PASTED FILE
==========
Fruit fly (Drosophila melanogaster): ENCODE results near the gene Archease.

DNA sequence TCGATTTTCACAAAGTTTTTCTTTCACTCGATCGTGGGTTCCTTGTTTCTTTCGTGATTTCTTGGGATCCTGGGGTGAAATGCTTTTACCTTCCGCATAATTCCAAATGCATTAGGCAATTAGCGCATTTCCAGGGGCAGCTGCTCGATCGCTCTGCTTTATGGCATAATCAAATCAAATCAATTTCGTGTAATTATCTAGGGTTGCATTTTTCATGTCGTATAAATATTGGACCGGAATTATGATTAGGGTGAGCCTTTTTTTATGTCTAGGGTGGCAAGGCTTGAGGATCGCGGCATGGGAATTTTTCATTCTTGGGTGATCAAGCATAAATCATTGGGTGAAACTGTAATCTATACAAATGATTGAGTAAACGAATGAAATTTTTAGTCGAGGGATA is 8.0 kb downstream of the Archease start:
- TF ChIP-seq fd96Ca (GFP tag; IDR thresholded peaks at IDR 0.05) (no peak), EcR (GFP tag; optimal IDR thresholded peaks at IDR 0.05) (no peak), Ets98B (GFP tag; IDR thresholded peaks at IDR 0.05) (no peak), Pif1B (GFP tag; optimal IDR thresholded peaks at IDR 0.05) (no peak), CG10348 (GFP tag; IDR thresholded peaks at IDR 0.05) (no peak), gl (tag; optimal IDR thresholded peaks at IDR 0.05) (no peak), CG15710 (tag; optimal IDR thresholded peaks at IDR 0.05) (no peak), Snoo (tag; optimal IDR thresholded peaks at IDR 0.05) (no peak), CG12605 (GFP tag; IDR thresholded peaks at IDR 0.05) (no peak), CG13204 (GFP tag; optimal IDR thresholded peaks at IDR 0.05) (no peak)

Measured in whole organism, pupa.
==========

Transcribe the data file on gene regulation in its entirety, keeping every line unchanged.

Fruit fly (Drosophila melanogaster): ENCODE results near the gene Archease.

DNA sequence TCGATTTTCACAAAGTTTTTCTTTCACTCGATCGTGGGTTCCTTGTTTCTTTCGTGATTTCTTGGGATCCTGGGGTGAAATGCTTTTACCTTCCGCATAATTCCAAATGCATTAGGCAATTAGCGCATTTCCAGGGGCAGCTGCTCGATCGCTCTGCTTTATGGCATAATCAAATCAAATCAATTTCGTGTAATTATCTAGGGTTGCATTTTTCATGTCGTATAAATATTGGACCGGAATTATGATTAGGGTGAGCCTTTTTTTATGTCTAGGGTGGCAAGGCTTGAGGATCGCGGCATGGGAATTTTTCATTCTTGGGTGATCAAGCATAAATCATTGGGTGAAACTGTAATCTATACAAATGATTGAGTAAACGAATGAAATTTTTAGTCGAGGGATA is 8.0 kb downstream of the Archease start:
- TF ChIP-seq fd96Ca (GFP tag; IDR thresholded peaks at IDR 0.05) (no peak), EcR (GFP tag; optimal IDR thresholded peaks at IDR 0.05) (no peak), Ets98B (GFP tag; IDR thresholded peaks at IDR 0.05) (no peak), Pif1B (GFP tag; optimal IDR thresholded peaks at IDR 0.05) (no peak), CG10348 (GFP tag; IDR thresholded peaks at IDR 0.05) (no peak), gl (tag; optimal IDR thresholded peaks at IDR 0.05) (no peak), CG15710 (tag; optimal IDR thresholded peaks at IDR 0.05) (no peak), Snoo (tag; optimal IDR thresholded peaks at IDR 0.05) (no peak), CG12605 (GFP tag; IDR thresholded peaks at IDR 0.05) (no peak), CG13204 (GFP tag; optimal IDR thresholded peaks at IDR 0.05) (no peak)

Measured in whole organism, pupa.